Back in March of 2020, when the reality of the COVID-19 pandemic was really setting in around the world, teleconferencing app Zoom became an indispensable tool for both businesses and individuals. Zoom became the first and foremost means for schools to hold classes, for businesses to hold meetings, and for family members to keep in contact with one another while separated by quarantine. Unfortunately, this rise in ubiquity also brought about an irritating new trend: “zoombombing,” wherein random jerks would sneak into peoples’ Zoom calls to scream profanities or post pornographic images.
The zoombombing trend roused concerns from Zoom users over the privacy and security of their calls, and coupled with more recent concerns about Zoom selling user info to the likes of Facebook, Google, and LinkedIn, a class action lawsuit was filed. To settle this lawsuit, Zoom Video Communications has agreed to pay out $85 million.
In addition to the cash settlement, the company will also be taking strides to make “major changes to its practices, designed to improve meeting security, bolster privacy disclosures, and safeguard consumer data,” according to the settlement documents.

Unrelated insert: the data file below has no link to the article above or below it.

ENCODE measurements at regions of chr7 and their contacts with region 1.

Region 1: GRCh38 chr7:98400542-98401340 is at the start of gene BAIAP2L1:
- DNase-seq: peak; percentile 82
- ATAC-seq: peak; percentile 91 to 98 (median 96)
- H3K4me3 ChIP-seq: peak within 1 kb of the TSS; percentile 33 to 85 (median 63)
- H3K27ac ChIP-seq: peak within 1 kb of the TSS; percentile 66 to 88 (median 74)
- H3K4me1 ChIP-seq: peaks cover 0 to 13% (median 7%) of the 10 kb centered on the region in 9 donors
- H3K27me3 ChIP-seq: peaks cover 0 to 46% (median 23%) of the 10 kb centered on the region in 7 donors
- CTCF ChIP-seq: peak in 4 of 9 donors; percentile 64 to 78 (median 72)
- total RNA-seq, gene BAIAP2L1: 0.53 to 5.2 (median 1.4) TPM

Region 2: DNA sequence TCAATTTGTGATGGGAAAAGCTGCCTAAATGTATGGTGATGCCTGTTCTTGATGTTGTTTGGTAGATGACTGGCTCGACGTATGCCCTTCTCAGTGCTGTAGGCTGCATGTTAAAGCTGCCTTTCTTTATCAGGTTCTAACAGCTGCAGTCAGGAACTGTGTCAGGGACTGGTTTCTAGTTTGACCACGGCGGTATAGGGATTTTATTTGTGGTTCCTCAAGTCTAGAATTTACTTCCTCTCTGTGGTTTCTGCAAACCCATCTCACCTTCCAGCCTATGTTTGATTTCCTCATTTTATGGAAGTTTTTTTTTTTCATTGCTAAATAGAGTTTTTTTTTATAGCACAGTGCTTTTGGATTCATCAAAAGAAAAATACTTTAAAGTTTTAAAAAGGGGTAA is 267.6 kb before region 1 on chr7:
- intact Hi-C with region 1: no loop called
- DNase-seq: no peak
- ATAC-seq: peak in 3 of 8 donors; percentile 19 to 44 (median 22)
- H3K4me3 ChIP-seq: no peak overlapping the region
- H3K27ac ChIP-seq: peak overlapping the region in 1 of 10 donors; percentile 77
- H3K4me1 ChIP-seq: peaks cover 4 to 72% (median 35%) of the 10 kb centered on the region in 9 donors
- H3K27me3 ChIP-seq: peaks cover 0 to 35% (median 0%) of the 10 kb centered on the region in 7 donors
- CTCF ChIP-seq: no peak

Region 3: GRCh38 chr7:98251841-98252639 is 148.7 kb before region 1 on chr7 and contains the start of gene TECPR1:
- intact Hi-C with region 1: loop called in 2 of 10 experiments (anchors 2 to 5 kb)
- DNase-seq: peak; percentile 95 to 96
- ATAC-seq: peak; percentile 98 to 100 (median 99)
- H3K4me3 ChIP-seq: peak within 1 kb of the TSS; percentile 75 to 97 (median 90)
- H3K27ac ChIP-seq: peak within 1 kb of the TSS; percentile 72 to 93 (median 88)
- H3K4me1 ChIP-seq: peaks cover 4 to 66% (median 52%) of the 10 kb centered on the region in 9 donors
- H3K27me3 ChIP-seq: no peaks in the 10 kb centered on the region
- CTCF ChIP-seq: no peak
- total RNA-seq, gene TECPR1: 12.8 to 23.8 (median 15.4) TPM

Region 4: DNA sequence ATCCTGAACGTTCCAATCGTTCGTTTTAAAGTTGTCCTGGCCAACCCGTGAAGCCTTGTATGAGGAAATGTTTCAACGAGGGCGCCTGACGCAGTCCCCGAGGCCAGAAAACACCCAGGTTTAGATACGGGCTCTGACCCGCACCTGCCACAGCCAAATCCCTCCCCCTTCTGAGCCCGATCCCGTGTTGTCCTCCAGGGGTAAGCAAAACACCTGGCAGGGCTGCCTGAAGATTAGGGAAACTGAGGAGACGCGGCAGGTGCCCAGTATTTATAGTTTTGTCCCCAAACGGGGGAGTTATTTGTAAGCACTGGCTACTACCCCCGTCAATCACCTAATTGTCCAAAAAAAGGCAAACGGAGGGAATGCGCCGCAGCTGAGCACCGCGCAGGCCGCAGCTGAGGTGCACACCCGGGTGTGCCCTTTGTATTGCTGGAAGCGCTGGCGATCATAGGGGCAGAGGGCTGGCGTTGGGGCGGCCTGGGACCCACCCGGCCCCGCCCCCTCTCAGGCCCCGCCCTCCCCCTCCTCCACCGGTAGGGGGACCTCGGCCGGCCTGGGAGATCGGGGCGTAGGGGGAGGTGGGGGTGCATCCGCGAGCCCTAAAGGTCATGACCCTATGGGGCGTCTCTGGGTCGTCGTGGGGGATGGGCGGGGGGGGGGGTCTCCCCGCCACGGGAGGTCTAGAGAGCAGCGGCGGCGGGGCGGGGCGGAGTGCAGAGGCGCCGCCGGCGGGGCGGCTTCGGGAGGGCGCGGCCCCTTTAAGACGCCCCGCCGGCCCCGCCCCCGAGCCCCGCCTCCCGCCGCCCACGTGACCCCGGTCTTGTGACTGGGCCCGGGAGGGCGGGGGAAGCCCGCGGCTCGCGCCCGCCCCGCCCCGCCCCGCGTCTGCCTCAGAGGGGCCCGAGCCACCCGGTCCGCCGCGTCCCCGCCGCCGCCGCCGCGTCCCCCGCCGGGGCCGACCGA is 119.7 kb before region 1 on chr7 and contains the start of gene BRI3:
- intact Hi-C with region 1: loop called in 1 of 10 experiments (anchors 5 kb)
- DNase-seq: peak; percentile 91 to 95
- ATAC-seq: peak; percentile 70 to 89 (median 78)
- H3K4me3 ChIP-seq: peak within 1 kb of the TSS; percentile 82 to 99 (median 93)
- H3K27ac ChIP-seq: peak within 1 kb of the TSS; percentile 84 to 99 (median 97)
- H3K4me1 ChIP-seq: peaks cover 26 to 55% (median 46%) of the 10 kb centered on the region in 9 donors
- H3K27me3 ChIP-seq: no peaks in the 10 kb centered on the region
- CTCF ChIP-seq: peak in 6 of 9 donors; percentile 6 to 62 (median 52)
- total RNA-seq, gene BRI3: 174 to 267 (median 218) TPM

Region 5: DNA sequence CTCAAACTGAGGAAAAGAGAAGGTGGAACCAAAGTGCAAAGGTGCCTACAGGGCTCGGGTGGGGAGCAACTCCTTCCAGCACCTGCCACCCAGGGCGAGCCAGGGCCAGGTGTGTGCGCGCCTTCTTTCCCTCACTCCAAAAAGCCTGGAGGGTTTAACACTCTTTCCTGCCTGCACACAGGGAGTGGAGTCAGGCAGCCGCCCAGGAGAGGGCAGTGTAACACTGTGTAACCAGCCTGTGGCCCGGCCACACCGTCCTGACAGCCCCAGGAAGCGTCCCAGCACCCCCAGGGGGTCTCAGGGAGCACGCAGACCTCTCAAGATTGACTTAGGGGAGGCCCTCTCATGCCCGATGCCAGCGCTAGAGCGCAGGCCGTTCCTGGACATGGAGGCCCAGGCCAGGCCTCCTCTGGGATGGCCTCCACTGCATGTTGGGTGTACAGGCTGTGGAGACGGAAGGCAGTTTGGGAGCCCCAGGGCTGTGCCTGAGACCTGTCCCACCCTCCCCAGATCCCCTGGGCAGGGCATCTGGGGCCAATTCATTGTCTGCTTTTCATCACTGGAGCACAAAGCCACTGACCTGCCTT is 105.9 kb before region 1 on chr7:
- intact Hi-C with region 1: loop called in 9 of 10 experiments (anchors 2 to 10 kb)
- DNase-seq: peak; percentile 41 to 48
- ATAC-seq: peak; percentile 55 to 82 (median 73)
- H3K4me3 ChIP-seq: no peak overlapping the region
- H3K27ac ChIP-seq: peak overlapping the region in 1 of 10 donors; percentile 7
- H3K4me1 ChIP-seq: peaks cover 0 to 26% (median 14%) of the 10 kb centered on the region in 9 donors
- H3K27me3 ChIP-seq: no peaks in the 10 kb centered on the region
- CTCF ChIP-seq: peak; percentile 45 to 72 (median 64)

The changes in question include “in-meeting notifications to make it easier for users to understand who can see, save, and share Zoom users’ information” and “alerting users when a meeting host or another participant uses a third-party application during a meeting.”
Zoom to pay $85m to set aside privacy violation and zoombombing allegations https://t.co/VDGGFA8HVJ by @campbell_kwan
— ZDNet (@ZDNet) August 2, 2021
“The privacy and security of our users are top priorities for Zoom, and we take seriously the trust our users place in us,” a Zoom spokesperson told CNN Business. “We are proud of the advancements we have made to our platform, and look forward to continuing to innovate with privacy and security at the forefront,” the spokesperson added.
Any Zoom core subscribers who were included in the lawsuit will also be eligible for partial refunds to their subscriptions for their trouble.